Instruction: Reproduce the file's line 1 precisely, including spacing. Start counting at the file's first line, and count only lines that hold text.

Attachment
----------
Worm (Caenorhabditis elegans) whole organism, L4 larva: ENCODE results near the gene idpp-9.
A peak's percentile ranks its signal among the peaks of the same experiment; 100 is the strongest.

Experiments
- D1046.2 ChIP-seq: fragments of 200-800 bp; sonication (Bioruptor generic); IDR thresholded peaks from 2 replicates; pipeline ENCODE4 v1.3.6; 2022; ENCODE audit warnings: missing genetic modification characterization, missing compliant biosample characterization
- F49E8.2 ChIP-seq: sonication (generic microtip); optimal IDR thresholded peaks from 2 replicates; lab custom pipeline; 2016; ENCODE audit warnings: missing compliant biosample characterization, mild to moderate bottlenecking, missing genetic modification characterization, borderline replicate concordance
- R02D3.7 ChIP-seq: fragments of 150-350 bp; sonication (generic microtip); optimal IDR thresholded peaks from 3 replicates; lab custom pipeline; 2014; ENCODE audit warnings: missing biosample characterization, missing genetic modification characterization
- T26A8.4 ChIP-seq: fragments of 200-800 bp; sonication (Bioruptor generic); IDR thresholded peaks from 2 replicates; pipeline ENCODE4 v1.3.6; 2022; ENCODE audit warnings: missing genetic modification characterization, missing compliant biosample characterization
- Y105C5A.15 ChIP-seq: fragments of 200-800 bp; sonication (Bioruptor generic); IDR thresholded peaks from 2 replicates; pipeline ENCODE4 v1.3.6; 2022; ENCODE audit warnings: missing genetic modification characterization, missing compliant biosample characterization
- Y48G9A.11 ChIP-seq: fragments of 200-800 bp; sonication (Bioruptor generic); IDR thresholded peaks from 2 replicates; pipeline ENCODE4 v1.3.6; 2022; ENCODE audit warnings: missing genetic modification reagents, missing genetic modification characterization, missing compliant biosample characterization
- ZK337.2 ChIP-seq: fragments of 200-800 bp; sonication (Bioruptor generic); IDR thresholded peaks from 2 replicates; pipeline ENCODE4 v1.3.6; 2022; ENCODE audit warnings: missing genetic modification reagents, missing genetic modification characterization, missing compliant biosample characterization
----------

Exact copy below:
Worm (Caenorhabditis elegans) whole organism, L4 larva: ENCODE results near the gene idpp-9.